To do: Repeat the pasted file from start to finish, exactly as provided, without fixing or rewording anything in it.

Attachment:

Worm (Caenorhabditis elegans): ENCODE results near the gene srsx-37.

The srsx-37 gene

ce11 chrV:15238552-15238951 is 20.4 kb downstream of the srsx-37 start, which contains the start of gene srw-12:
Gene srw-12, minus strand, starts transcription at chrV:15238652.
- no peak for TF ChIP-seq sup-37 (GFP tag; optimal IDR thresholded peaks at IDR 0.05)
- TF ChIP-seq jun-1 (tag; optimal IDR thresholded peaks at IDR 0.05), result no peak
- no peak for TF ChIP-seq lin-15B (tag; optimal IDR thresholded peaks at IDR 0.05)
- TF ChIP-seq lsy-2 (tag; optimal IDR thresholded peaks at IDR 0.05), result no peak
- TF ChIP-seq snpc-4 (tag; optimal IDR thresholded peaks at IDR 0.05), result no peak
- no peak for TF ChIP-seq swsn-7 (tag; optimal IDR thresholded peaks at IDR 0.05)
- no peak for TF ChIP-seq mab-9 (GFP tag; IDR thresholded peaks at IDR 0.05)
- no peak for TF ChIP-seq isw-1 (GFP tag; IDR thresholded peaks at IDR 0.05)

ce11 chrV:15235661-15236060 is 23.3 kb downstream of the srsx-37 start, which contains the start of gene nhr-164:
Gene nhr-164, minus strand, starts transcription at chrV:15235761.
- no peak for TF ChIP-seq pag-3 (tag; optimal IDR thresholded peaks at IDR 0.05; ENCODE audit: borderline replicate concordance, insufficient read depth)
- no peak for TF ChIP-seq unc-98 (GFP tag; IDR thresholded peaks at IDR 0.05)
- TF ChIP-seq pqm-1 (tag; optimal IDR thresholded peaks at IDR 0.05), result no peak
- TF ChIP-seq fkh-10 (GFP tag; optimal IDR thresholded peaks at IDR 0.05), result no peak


Worm (Caenorhabditis elegans): ENCODE results near the gene srsx-37.

The srsx-37 gene

ce11 chrV:15238552-15238951 is 20.4 kb downstream of the srsx-37 start, which contains the start of gene srw-12:
Gene srw-12, minus strand, starts transcription at chrV:15238652.
- no peak for TF ChIP-seq sup-37 (GFP tag; optimal IDR thresholded peaks at IDR 0.05)
- TF ChIP-seq jun-1 (tag; optimal IDR thresholded peaks at IDR 0.05), result no peak
- no peak for TF ChIP-seq lin-15B (tag; optimal IDR thresholded peaks at IDR 0.05)
- TF ChIP-seq lsy-2 (tag; optimal IDR thresholded peaks at IDR 0.05), result no peak
- TF ChIP-seq snpc-4 (tag; optimal IDR thresholded peaks at IDR 0.05), result no peak
- no peak for TF ChIP-seq swsn-7 (tag; optimal IDR thresholded peaks at IDR 0.05)
- no peak for TF ChIP-seq mab-9 (GFP tag; IDR thresholded peaks at IDR 0.05)
- no peak for TF ChIP-seq isw-1 (GFP tag; IDR thresholded peaks at IDR 0.05)

ce11 chrV:15235661-15236060 is 23.3 kb downstream of the srsx-37 start, which contains the start of gene nhr-164:
Gene nhr-164, minus strand, starts transcription at chrV:15235761.
- no peak for TF ChIP-seq pag-3 (tag; optimal IDR thresholded peaks at IDR 0.05; ENCODE audit: borderline replicate concordance, insufficient read depth)
- no peak for TF ChIP-seq unc-98 (GFP tag; IDR thresholded peaks at IDR 0.05)
- TF ChIP-seq pqm-1 (tag; optimal IDR thresholded peaks at IDR 0.05), result no peak
- TF ChIP-seq fkh-10 (GFP tag; optimal IDR thresholded peaks at IDR 0.05), result no peak